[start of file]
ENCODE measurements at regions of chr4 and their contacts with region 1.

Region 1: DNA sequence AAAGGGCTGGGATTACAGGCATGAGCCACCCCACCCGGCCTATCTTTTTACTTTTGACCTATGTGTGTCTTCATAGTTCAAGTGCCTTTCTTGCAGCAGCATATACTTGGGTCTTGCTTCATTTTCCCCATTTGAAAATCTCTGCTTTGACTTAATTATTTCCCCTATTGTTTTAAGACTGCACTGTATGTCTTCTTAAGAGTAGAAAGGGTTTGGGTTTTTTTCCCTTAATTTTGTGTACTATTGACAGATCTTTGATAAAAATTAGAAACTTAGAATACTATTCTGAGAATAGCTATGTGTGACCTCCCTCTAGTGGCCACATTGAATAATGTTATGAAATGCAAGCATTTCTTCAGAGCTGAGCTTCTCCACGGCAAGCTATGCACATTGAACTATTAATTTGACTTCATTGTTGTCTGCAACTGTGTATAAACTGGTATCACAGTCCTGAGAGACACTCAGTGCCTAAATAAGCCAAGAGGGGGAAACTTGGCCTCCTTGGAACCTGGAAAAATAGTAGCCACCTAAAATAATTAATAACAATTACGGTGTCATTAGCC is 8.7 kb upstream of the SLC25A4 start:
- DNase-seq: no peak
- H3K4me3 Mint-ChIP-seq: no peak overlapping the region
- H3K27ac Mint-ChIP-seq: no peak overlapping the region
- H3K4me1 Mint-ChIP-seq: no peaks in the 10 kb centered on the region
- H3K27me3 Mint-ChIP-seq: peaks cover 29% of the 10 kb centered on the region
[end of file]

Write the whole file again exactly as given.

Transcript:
ENCODE measurements at regions of chr4 and their contacts with region 1.

Region 1: DNA sequence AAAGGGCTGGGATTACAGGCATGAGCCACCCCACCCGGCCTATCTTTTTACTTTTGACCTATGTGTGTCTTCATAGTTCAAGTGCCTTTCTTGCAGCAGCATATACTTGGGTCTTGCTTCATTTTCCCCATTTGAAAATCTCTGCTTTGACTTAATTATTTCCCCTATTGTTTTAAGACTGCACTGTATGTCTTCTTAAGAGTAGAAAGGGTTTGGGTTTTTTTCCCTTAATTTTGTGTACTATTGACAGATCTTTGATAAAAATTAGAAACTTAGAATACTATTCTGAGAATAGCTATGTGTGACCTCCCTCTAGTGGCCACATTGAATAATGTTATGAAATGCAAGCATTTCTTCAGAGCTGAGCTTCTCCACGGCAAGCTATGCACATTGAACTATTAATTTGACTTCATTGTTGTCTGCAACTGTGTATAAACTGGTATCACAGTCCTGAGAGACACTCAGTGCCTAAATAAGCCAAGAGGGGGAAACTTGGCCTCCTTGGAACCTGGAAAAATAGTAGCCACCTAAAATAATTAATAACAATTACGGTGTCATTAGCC is 8.7 kb upstream of the SLC25A4 start:
- DNase-seq: no peak
- H3K4me3 Mint-ChIP-seq: no peak overlapping the region
- H3K27ac Mint-ChIP-seq: no peak overlapping the region
- H3K4me1 Mint-ChIP-seq: no peaks in the 10 kb centered on the region
- H3K27me3 Mint-ChIP-seq: peaks cover 29% of the 10 kb centered on the region